Marni shares why she loves her career in finance – and how you can too.
In this article I will share some of the attributes of working in Finance that I love and have kept me satisfied in my career, as well as a crucial tip for success for new entrants to this industry.
No day in finance is ever the same. The work and concepts I deal with tend to be intellectually stimulating and often require quick thinking. Given the multitude of factors that influence financial markets and the variety of companies, there’s a lot of information to consume. If you are able to synthesise, filter and stitch together this information to develop opinions knowledge of various issues, and do it all in a quickly, you have the right skillset for the job.
I love to be challenged and have a genuine interest in what drives businesses and the wider economy, which is compatible with the intellectually rigorous nature of working in Finance. My job requires me to educate myself on a variety of issues, be on top of current affairs and to spend a lot of my time reading and speaking with experts in order to deepen my knowledge of companies, industries, regulation and the global economy.
Almost everyday in Finance is fast-paced, characterised by unexpected developments arising – no day is ever the same! I love going to work each day and not know what is coming. One minute I can be in the middle of building a financial model, and the next I need to drop what I’m doing to respond to something else, such as attending a meeting or reacting to and understanding a new development in the news. I thrive under pressure – an essential skill to be successful in this career.
The opportunity to travel is something I love, and a huge part of working in Finance. This adds to the fast-paced nature of Finance – especially as travel is often organised last-minute. It’s a welcome change from sitting analysing data at your desk!
Research and new faces
A typical responsibility of junior employees in the industry is to conduct deep-dive research on companies and industries to enhance investment decision-making. This research is not just limited to reading industry reports, filtering through newspaper articles and conducting quantitative analysis on Microsoft Excel, it involves speaking with senior management at a variety of companies.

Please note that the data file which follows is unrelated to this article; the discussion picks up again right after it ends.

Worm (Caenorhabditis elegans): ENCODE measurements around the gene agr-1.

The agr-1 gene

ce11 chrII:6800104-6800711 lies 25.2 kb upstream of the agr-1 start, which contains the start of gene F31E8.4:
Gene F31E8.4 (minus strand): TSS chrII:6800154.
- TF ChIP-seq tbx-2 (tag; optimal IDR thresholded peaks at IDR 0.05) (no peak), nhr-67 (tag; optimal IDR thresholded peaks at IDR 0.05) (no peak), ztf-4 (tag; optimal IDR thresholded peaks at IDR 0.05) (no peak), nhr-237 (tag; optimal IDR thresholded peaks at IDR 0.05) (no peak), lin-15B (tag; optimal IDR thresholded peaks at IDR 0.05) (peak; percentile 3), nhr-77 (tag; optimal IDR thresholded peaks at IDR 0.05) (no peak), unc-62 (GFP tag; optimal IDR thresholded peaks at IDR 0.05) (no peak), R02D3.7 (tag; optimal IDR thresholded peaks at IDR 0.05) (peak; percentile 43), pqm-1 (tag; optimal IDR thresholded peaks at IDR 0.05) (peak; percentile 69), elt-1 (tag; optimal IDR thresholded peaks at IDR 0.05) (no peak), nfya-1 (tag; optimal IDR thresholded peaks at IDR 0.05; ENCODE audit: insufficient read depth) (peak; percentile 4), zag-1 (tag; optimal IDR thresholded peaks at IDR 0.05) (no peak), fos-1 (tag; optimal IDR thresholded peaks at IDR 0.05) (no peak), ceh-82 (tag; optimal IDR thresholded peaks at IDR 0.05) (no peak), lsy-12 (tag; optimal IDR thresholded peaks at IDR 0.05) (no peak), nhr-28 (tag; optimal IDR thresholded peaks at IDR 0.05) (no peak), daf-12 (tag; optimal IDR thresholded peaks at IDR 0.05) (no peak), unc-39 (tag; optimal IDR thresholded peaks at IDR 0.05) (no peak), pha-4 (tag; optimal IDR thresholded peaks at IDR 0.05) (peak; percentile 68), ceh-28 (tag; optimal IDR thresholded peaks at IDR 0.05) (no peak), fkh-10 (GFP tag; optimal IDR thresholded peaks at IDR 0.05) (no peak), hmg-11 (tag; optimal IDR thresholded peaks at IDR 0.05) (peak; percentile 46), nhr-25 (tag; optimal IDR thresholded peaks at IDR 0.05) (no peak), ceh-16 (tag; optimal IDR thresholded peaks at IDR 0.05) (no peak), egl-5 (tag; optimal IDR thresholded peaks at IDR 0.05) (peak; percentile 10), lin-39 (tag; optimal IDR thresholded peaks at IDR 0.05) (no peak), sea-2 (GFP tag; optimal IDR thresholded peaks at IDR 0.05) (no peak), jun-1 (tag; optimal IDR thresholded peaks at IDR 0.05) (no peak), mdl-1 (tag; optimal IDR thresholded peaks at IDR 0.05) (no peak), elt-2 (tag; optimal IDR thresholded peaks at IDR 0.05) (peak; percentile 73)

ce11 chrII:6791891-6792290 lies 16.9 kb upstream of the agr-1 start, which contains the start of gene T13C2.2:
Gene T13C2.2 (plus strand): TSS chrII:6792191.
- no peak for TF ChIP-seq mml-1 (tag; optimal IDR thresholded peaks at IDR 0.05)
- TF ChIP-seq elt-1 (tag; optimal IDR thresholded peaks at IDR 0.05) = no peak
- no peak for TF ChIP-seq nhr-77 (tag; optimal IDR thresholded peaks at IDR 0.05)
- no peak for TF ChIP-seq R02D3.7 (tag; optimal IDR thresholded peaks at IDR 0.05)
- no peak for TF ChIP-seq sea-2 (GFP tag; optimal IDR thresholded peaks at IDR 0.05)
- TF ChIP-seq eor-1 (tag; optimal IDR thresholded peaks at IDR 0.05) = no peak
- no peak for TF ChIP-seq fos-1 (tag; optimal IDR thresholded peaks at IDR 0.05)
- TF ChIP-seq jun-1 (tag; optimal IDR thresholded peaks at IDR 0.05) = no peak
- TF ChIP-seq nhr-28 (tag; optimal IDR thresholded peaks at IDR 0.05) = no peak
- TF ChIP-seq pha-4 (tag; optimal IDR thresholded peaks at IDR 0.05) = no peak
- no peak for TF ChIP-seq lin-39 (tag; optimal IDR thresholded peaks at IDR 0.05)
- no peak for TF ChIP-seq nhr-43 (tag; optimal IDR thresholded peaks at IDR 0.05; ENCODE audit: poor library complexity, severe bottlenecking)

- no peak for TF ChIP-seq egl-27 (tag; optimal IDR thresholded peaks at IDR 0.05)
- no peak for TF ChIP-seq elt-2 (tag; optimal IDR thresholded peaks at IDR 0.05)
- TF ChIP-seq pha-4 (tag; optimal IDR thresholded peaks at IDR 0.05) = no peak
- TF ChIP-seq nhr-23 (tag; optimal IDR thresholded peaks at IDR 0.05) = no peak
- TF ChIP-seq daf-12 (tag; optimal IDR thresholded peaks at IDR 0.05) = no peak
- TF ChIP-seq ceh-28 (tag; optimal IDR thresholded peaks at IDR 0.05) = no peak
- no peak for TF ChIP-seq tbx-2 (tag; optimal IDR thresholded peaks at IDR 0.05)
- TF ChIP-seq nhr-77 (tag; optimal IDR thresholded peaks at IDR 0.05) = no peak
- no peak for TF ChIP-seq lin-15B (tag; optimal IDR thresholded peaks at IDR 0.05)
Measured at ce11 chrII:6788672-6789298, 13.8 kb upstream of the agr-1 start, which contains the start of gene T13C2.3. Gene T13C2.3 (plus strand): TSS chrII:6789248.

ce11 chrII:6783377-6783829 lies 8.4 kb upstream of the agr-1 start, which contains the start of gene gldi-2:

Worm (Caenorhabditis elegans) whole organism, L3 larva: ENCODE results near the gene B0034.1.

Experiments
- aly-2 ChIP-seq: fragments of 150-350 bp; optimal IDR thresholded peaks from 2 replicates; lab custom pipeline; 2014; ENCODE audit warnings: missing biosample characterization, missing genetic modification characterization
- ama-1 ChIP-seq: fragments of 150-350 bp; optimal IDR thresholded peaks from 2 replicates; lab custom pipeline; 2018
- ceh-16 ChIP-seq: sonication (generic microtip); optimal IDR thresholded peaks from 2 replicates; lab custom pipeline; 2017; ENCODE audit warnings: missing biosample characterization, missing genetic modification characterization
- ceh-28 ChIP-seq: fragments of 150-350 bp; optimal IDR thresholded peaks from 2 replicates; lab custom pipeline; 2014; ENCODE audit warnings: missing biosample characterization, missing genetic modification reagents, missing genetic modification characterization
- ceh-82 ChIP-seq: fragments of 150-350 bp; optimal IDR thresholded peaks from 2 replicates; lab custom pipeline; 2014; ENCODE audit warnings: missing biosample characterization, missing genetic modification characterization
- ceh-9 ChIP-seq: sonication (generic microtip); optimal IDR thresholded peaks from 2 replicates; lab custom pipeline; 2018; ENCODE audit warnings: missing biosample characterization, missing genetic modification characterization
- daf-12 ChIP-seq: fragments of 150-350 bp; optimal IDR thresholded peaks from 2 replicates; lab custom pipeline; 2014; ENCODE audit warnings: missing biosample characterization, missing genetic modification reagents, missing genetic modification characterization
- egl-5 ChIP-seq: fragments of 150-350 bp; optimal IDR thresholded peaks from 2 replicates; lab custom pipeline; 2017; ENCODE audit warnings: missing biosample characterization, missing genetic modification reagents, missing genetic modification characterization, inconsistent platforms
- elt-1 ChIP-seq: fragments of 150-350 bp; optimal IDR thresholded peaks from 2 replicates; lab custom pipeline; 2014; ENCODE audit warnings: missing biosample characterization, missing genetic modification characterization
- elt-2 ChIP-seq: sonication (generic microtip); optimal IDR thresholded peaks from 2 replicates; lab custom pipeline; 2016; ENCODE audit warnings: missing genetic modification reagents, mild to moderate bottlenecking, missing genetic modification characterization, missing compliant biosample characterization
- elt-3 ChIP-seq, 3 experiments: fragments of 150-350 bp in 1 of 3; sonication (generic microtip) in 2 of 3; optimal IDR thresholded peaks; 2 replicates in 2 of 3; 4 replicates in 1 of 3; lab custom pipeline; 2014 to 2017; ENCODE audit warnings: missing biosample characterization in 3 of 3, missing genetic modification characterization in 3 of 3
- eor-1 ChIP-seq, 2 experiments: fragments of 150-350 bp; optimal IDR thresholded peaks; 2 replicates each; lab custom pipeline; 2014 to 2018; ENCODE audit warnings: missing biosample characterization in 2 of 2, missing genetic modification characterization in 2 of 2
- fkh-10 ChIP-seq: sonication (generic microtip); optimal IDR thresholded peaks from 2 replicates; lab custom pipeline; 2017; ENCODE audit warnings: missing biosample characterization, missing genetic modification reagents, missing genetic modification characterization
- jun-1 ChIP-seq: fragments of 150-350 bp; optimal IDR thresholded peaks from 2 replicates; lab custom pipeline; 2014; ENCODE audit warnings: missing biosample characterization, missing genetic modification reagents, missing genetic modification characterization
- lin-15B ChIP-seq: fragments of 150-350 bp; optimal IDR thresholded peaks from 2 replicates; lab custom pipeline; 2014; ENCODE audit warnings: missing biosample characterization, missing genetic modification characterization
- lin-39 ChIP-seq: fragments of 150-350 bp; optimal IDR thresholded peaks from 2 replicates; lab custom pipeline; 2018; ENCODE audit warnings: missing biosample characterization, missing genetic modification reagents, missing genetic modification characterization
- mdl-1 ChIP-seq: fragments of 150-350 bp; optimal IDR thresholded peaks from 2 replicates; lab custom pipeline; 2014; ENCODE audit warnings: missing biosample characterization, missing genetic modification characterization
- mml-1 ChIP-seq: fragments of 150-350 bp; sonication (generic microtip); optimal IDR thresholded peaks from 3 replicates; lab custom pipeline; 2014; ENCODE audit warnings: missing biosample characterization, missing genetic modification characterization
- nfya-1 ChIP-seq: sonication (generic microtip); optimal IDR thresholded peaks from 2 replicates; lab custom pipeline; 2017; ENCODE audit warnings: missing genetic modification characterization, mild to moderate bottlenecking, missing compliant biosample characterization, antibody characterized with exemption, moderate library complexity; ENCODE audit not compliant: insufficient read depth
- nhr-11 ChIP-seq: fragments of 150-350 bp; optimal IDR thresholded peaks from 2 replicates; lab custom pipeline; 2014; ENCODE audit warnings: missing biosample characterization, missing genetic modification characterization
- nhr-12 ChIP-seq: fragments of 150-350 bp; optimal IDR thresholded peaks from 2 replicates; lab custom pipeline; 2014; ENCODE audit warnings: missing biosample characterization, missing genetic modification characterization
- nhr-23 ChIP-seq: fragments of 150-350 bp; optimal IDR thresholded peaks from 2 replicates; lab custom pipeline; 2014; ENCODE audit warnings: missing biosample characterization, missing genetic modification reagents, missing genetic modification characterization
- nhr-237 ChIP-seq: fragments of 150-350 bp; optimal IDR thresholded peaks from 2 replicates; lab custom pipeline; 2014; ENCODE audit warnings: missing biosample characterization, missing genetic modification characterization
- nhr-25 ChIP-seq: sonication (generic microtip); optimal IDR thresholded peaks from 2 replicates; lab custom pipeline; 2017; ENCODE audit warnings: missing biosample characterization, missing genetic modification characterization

Most junior employees, like myself, have the opportunity to meet many Chief Executive Officers, Chief Financial Officers, Chairman and other Board Members and Key Management Personnel of various listed companies as part of their research efforts. I have found this a highly rewarding experience, with the quality of my research enhanced by directly communicating with companies and their executive teams – plus it develops my own sense of self confidence and inter-personal skills.
Just remember, learn how to roll with the punches
When first joining the industry, I had just finished high school and I had to learn new concepts very quickly and complete tasks I was not entirely confident of in terms of required knowledge and the quality of my output. This was a stark contrast to my experience in high school, where learning was slower paced and I had time to digest new ideas and thoroughly think through how concepts worked.
A piece of advice to newcomers and graduates I give is that one should put their Type-A perfectionistic tendencies to the side and focus on learning the key points of given issues, doing a task correctly and not being shy to ask for guidance when needed. You will initially feel outside your comfort zone, but you will pick up this skill quickly and learn how to roll with the punches. The more regularly you are exposed to these unexpected and challenging situations (which is guaranteed in Finance), the better you will be able to adapt and roll with the punches and come up to speed with issues and responsibilities as they emerge. An essential life and career skill – regardless of industry!
If you’re interested in a career in finance, check out our day in the life of a trader.